Wreck It Ralph
This was a surprisingly good movie set behind the screens of an arcade and inside the lives and worlds of classic video game characters. The primary plot is set around a Donkey Kong-esque game, called Fix It Felix, in which a character named Wreck It Ralph is tasked with destroying a building, while Felix works feverously to fix it. In the game, all of the “digital residents” of the targeted building consider Felix to be a hero and encourage him with praise and awards, and consider Ralph to be a villain and assault him with insults and jeers. Eventually Ralph tires of his role as the “bad guy” and chooses to leave the game, essentially shutting down the entire virtual world of “Fix It Felix”. Without someone to destroy the existing buildings there was nothing then to fix, and the game was stagnant, no longer playable, and at risk of being “unplugged”.
Of course, after a series of adventures, Felix ultimately finds Ralph, the good people of the building recognize Ralph’s importance, and they manage to save (and even to improve) the game.
- In our organizations, do we reward the innovators who break down existing “buildings” of norms, standards, and ideas or do we disproportionately encourage the “problem fixers”… the ones who work to maintain the status quo and to extinguish deviations before they start.
- Do we recognize that a culture of “fixing” can, at best, hope to maintain steadiness and parity… but can not encourage growth? Fixing things is important and can help to prevent losses, but to truly grow we need to “wreck” existing products, ideas, and models and then build them up better than before.
- Do we make the risk-takers and the rule-breakers feel like “bad guys”, while the risk-avoiders and rule-followers feel like “good guys”?
For any of you who have young girls at home, your minivans and living rooms have likely been filled with the repeated singing of the ice princess’s theme song- “Let it Go”. In this movie, a young princess learns that she has “super powers” and that she is able to create snow, ice, and cold from her very own hands. She and her younger sister initially enjoy this amazing power, and proceed to have wintery fun and adventures. All of that changes, however, when, as a child, the ice princess once fails to control her powers and accidentally injures her younger sister, sending their parents into a panic and into action. Instead of supporting and teaching the ice princess how to harness the uncertainty of her powers, the parents instead banished her to her room and forced her to keep her powers under wraps. They essentially “managed the uncertainty” through trying to eliminate all risk, forbidding their daughter to use her amazing but somewhat uncontrollable ability. Then, as happens in any good Disney Princess movie, the parents eventually die a tragic death, and the ice princess has to emerge from her room and to become the queen of the kingdom. She tries to hide and to control her abilities, but they are an inherent part of who she is, and she ultimately and inadvertently unleashes them in a destructive freeze of the entire kingdom. She then flees into the mountains and vows to never expose anyone to her amazing and powerful abilities again.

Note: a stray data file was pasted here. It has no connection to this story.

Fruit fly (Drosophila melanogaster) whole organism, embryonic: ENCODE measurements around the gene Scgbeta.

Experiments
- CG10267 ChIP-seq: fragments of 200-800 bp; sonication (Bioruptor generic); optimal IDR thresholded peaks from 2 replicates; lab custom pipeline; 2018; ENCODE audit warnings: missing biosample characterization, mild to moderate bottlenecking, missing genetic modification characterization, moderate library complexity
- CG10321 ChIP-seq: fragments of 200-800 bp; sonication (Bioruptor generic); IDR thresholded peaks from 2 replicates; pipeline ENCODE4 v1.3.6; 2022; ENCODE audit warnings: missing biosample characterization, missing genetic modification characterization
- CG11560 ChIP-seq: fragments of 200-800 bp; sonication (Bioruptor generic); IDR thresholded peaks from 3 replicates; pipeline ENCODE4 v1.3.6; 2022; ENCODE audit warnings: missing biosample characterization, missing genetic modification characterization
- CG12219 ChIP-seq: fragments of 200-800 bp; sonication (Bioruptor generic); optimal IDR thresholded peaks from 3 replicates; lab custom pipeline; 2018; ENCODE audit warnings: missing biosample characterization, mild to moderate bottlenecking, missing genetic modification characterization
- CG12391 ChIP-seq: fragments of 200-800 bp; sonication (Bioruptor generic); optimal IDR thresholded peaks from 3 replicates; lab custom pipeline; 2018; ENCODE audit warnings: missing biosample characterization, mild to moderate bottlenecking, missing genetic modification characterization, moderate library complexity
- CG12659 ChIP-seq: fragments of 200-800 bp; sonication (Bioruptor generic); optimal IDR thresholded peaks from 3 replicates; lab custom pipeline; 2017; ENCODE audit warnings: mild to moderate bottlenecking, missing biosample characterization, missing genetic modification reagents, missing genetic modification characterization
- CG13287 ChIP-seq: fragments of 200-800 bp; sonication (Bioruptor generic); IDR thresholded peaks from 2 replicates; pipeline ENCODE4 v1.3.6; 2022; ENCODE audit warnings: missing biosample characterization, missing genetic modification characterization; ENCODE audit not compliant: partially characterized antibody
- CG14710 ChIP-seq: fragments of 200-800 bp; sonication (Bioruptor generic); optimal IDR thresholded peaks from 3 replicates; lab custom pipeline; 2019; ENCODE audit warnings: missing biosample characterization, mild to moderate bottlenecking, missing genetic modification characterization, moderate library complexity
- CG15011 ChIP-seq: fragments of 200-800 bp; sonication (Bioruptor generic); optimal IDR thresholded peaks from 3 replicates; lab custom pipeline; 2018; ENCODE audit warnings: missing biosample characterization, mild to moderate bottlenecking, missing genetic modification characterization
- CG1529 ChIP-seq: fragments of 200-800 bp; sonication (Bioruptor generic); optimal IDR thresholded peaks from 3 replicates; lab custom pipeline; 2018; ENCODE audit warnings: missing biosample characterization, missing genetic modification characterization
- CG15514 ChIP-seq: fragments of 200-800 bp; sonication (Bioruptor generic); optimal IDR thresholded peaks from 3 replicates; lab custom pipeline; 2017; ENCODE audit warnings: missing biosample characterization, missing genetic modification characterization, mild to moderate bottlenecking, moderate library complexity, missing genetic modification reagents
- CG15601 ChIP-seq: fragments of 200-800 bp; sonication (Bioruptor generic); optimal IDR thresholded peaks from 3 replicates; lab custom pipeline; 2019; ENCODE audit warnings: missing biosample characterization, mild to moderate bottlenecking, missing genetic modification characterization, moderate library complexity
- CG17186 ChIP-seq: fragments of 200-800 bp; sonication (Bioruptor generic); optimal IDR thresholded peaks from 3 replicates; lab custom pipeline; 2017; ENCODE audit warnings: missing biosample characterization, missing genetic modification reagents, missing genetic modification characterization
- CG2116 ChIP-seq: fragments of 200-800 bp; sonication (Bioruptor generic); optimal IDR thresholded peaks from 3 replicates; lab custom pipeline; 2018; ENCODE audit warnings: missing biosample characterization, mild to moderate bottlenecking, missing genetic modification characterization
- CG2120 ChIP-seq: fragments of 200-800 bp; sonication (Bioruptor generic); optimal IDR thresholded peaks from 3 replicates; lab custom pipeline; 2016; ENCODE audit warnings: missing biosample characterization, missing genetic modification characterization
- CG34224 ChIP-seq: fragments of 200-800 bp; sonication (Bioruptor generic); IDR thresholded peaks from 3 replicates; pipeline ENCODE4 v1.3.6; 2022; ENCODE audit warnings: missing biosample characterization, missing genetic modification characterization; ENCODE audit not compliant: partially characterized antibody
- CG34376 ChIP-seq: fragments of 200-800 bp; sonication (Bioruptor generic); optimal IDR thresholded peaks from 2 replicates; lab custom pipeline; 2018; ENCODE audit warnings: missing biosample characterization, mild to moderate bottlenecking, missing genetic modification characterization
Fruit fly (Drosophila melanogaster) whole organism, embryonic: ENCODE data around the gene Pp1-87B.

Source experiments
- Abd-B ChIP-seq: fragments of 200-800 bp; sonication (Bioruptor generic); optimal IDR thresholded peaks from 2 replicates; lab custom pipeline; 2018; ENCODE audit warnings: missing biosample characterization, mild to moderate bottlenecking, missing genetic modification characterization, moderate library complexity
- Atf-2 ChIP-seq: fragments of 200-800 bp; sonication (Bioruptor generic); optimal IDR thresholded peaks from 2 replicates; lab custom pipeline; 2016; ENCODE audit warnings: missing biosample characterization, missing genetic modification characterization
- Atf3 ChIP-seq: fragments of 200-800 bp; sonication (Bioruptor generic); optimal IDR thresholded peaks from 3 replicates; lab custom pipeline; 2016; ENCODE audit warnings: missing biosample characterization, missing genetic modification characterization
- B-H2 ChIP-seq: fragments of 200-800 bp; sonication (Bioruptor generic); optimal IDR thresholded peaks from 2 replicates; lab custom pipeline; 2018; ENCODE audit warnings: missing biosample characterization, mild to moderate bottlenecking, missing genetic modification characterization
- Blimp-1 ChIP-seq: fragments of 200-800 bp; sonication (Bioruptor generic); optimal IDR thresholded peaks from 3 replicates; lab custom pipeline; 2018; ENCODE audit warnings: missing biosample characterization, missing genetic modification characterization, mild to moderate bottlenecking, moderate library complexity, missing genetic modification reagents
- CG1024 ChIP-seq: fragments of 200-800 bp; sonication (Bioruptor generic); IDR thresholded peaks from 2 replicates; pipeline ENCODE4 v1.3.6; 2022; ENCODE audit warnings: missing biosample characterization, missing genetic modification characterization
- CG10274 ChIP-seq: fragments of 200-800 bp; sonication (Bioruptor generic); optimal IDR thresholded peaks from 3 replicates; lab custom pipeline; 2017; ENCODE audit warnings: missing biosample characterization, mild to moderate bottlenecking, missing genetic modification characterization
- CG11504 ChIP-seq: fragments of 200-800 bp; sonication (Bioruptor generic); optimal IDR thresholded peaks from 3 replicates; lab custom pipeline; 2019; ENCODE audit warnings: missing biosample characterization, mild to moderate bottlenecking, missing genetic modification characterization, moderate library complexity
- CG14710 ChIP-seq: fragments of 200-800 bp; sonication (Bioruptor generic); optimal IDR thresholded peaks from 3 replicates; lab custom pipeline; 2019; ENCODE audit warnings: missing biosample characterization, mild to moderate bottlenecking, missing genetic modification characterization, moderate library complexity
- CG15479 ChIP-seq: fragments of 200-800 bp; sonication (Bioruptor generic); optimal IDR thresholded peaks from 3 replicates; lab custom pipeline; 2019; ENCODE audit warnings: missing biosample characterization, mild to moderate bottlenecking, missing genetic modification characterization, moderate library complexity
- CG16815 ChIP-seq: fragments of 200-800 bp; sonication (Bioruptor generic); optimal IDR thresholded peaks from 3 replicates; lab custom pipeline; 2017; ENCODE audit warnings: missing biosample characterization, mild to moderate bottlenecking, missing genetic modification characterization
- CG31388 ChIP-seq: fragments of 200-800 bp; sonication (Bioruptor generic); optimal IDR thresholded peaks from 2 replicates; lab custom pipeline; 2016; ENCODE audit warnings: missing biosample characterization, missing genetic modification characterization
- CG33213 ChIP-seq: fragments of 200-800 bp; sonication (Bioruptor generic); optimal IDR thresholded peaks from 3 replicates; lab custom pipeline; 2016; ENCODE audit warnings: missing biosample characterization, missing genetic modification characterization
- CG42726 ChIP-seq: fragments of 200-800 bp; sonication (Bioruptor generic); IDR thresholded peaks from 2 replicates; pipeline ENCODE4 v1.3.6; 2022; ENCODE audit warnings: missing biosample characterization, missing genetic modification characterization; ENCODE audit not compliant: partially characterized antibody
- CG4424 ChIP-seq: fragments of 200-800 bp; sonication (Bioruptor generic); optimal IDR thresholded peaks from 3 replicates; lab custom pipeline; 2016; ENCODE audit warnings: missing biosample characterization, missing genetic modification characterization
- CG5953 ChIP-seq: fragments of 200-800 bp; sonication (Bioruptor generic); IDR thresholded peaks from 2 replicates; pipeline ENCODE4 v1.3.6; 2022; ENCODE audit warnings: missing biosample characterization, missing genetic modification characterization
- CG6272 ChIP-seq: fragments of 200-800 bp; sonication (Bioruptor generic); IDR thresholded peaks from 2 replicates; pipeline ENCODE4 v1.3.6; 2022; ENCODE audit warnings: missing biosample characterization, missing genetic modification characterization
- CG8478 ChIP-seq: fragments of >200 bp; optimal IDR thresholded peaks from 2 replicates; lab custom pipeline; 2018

Well… of course in the end, she learns how to control her powers, saves the kingdom, and lives happily ever after. But it begs the question:
- In our organizations, when an individual or team has a unique idea or an unproven talent, do we encourage her to experiment, to learn, and to fail or do we try to repress this amazing but potentially dangerous ability or to hide it and to “play it safe”?
- Are we helping these individuals to harness and unleash the uncertainty of their skills or do we manage and suppress them?
- Do these individuals feel supported and encouraged to “lead the kingdom” or do they feel reclusive and feared? Do they feel that the only way to truly be creative and expressive is to rebel against the organizational culture rather than to be a part of it?
Overall, these movie themes highlight a tension that is all too common in organizations. Many managers want an organization of leaders, risk takers, and innovators, but at the same time want to super glue, micro-manage, and freeze plans and programs so as to maintain control and to minimize risk. If we want a truly innovative organization, then we need to focus on delivering a clear and aligned vision for the organization to follow, but then to allow strategic, tactical, and executional freedom to our innovators to create and to build without strictly following an “instruction manual”. We can’t hire innovators to merely execute- we need to encourage them to create, to explore, and to own. Yes, this will introduce some degree of chaos, of risk, and even of failure, but more importantly it is critical in allowing for breakthroughs, step changes, and new-to-the world innovations. When it comes to micro-management of innovators, we need to “Let it Go”, not be afraid to “Wreck” our existing norms and standards, and allow our “Master Builders” to innovate against the vision with the freedom of self-expression and creativity. Getting this balance right is key to delivering an innovative culture that delivers a “Box Office Smash”.